I'm trying to figure out the calculation for amount of force against the poles/ground I have going up out of the ground, to hold an array of 3 solar panels (9ft by 5ft combined roughly), where each panel is 40lbs, and frame material not 100% defined but likely wood/metal combo, with concrete poured to anchor to (but, again, I'm not sure how much force will be against the panels from wind, versus how much I need secured to the ground).

Highest wind here recorded was 111mph with 123mph gust wind. I read solar panels can handle 140mph winds, however, I need to figure out a strong enough frame for the 3 panels in the wind.

How would I approach calculating this? I have no wind force calculation experience, and I didn't find immediately clear math to solve for it on google.


1 Answer 1


From your units, I'm assuming you're based in the US ? Have a look at the skyciv online wind calculator : https://skyciv.com/wind-load-calculator/

It has support for sussing out wind loads to ASCE7-16. The steps are fairly straightforward but there are some required parameters that may need googling on your end if you're not a structural engineer/have not designed structures for wind loads before.

Note that getting the loads alone will not be enough. You'll also need to ensure that your assembly is stiff enough to not vibrate too much under wind (i.e., the typical gust frequencies in your locality should not match up with the natural vibration frequency of your frame assembly). I've never dealt with solar panel assembly design before, but I believe stiffening of the mounting frame can help alleviate this. I would recommend going with steel framing instead of wood primarily for this reason.Use galvanised steel if available to do away with corrosion risks (otherwise stainless steel - but that will likely come at a premium).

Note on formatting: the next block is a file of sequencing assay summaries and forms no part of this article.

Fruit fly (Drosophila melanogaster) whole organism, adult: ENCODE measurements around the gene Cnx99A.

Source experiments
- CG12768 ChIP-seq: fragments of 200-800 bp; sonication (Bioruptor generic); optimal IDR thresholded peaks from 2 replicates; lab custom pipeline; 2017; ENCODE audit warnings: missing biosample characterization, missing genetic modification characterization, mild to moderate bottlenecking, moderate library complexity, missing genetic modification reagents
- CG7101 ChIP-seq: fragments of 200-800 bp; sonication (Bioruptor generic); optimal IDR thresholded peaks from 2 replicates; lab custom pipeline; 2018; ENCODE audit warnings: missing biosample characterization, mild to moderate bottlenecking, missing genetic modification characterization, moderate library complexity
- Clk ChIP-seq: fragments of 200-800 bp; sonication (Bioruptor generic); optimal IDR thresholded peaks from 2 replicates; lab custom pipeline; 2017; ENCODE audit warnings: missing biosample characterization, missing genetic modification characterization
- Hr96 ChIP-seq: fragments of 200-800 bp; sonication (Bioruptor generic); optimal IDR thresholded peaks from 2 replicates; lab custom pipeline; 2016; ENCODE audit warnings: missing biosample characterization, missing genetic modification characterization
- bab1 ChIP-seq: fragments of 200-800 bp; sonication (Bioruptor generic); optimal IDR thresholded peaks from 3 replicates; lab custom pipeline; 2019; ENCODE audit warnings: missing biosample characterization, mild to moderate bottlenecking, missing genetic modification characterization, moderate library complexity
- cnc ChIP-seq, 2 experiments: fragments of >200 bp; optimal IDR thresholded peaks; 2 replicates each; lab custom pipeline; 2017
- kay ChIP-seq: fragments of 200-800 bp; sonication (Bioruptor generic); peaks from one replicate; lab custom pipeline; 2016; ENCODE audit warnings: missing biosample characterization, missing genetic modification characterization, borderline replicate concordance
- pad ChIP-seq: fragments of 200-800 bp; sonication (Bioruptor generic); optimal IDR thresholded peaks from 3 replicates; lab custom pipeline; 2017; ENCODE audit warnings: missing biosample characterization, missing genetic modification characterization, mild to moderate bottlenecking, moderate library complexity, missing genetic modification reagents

Edit: If you're not a licensed PE yourself, I would also recommend getting in touch with a licensed structural/mechanical engineer to certify your frame/design one for you. This will add to the cost but will give you peace of mind and act as a warranty of sorts on the framing system (which would otherwise be your own risk entirely).


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